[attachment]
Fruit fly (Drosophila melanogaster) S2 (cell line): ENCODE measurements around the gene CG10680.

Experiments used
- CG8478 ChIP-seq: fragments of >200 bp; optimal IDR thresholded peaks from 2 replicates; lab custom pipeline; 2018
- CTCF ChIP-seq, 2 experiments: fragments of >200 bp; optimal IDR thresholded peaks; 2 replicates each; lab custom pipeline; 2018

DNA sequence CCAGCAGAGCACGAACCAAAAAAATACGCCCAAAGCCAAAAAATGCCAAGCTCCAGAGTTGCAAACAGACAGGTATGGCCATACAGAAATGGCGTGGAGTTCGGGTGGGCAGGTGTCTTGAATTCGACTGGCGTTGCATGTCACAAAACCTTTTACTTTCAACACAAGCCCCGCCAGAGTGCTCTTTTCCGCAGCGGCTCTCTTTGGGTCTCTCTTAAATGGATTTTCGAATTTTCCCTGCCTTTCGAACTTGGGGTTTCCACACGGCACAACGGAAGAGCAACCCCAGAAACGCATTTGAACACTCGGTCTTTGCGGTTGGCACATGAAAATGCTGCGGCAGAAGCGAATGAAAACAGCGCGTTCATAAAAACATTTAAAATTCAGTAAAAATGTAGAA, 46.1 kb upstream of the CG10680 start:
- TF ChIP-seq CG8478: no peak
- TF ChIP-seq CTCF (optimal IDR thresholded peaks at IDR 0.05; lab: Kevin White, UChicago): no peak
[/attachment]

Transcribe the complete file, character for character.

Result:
Fruit fly (Drosophila melanogaster) S2 (cell line): ENCODE measurements around the gene CG10680.

Experiments used
- CG8478 ChIP-seq: fragments of >200 bp; optimal IDR thresholded peaks from 2 replicates; lab custom pipeline; 2018
- CTCF ChIP-seq, 2 experiments: fragments of >200 bp; optimal IDR thresholded peaks; 2 replicates each; lab custom pipeline; 2018

DNA sequence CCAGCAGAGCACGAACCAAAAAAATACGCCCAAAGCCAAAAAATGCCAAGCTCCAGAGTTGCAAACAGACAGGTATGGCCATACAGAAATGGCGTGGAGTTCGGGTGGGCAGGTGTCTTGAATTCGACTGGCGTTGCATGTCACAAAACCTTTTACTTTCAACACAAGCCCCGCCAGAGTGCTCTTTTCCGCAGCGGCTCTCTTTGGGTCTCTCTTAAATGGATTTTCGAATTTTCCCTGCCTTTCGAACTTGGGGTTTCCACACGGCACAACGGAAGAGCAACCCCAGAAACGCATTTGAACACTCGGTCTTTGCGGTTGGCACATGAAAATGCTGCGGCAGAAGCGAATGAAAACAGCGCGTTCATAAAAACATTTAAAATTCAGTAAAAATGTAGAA, 46.1 kb upstream of the CG10680 start:
- TF ChIP-seq CG8478: no peak
- TF ChIP-seq CTCF (optimal IDR thresholded peaks at IDR 0.05; lab: Kevin White, UChicago): no peak